Sunday, January 02, 2005
A better Calligraphy article.
I have been telling people for years that the way to cheat at calligraphy is with a light box and the ability to trace. But obviously, it can be a wee more detailed than this tossed over the shoulder comment. Good calligraphy can easily be a lot more involved than just that, and these tools can use more technical skills to become even more authentic, as well as be an excellent way to assist in the mastering of calligraphy.
One of the hardest parts is finding appropriate fonts that look right. I do recommend looking at examples of period hands before trying to pick a font on your computer. My favorite website for fonts is Coron’s Source of Fonts, but that page is often overloaded for its hit count. The website is http://www.geocities.com/TimesSquare/Alley/1557/fonts.htm
I like Gaelige and Theodoric, and a few of the others on that site.
Then you need to look at the piece you want to calligraph- how much space do you have? I do get out a ruler and measure it. I set up the word processing program’s borders to fit in that space, and try to pick a font and font size that will fill that space appropriately. Another thing to consider is that modern word processors and aesthetics are not the same as period hands. Look carefully at the spacing of your period exemplar and how close the lines and letters and words are. If you understand the formatting of your word processor, you should adjust the spacing appropriately to better approximate the look of period writing.
When you have the right size nib for the job, it's easy just to write over what you see with the light box, and try to match what is there. I have found it is good to have a second copy of the printout to look at for clarity, as well as a period *good* example of what the font is supposed to look like. When you don't have the proper size of pen, or for the big letters, it's easiest to trace the large letters and then fill in. Also, you can use a drawing pen for when you want to do the decorative connectors between letters that the computer fonts simply cannot do.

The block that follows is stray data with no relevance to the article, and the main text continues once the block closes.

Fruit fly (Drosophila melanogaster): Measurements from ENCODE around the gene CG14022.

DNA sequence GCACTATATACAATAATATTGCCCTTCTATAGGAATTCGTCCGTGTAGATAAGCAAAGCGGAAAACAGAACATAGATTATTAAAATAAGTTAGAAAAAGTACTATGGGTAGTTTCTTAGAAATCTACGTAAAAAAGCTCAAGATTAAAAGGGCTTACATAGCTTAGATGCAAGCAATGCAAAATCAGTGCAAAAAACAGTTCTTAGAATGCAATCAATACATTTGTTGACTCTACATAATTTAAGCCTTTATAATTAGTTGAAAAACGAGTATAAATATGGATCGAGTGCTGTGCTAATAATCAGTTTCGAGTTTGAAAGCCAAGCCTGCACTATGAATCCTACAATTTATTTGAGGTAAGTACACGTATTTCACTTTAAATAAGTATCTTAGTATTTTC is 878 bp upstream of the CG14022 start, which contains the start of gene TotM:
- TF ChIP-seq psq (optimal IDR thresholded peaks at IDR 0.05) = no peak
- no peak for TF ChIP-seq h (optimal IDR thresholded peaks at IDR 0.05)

I have also sometimes done a tracing of the writing on a spare sheet of paper just to get into the flow of the writing before actually working on a scroll. This helps warm up my hand and build my muscle memory so that I can do the hand better. To learn a hand for the first time, this is often a good idea.
The nice things about using the light box to trace the calligraphy is that it can lower your chances for misspellings and forgetting words. You can use as authentic of materials as you wish, and no one will ever suspect you of tracing unless you tell them. Very few will approach you and ask if that's Lucinda or Diploma, or [other font name here], mainly because your copy will not be as precise as the printout, and it will look like you spent more time on it than you did.
Feel free to contact me with more questions, comments, or nice spots for fonts.
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